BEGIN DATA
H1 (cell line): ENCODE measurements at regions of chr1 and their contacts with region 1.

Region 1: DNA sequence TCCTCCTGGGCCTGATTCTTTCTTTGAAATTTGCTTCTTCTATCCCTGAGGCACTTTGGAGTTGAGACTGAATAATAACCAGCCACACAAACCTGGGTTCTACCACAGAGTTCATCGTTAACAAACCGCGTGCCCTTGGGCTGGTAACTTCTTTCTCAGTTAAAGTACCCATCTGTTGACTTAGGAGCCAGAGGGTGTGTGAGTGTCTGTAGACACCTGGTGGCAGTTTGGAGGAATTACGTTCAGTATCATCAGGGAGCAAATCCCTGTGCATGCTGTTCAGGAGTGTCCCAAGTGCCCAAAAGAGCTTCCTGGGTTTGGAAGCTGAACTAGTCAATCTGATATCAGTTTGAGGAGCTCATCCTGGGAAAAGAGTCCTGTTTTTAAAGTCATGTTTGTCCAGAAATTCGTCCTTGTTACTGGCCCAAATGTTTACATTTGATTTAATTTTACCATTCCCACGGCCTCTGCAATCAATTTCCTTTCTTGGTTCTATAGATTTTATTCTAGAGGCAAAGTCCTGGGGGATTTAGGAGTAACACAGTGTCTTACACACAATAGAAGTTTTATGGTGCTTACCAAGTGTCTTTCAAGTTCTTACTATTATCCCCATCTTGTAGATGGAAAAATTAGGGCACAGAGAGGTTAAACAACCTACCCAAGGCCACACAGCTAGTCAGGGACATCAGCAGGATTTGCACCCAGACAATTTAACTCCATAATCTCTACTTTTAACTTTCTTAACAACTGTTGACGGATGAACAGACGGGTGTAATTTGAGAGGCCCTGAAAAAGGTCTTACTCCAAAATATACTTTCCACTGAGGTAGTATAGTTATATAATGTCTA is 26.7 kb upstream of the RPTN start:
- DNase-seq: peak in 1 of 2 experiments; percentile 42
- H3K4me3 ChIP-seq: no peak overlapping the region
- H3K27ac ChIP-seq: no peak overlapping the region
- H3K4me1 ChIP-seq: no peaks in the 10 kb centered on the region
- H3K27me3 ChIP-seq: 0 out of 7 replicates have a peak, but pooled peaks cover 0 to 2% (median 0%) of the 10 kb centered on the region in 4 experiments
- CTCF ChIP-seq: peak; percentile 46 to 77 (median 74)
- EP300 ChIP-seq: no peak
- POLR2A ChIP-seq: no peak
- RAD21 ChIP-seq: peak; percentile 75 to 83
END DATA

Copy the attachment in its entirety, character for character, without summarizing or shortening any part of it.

H1 (cell line): ENCODE measurements at regions of chr1 and their contacts with region 1.

Region 1: DNA sequence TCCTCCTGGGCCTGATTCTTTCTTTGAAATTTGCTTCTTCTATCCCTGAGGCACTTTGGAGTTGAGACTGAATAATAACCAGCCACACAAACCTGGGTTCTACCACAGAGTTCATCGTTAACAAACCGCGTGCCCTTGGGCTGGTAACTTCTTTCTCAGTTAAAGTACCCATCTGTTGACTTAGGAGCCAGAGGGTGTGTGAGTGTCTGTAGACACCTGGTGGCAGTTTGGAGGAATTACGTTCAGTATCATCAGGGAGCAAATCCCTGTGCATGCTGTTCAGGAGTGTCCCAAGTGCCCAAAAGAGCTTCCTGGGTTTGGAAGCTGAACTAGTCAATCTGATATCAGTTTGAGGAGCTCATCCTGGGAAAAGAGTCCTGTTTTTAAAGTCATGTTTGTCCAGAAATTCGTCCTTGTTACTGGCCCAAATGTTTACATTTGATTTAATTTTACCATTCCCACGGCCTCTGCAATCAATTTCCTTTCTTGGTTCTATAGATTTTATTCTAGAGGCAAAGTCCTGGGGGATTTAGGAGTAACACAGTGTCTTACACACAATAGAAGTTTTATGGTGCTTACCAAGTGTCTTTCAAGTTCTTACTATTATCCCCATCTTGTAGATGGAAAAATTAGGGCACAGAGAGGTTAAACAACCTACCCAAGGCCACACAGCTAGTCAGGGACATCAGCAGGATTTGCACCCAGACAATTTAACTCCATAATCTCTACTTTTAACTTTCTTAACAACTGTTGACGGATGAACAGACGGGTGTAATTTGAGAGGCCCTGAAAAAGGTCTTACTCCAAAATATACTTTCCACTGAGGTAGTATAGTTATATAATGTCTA is 26.7 kb upstream of the RPTN start:
- DNase-seq: peak in 1 of 2 experiments; percentile 42
- H3K4me3 ChIP-seq: no peak overlapping the region
- H3K27ac ChIP-seq: no peak overlapping the region
- H3K4me1 ChIP-seq: no peaks in the 10 kb centered on the region
- H3K27me3 ChIP-seq: 0 out of 7 replicates have a peak, but pooled peaks cover 0 to 2% (median 0%) of the 10 kb centered on the region in 4 experiments
- CTCF ChIP-seq: peak; percentile 46 to 77 (median 74)
- EP300 ChIP-seq: no peak
- POLR2A ChIP-seq: no peak
- RAD21 ChIP-seq: peak; percentile 75 to 83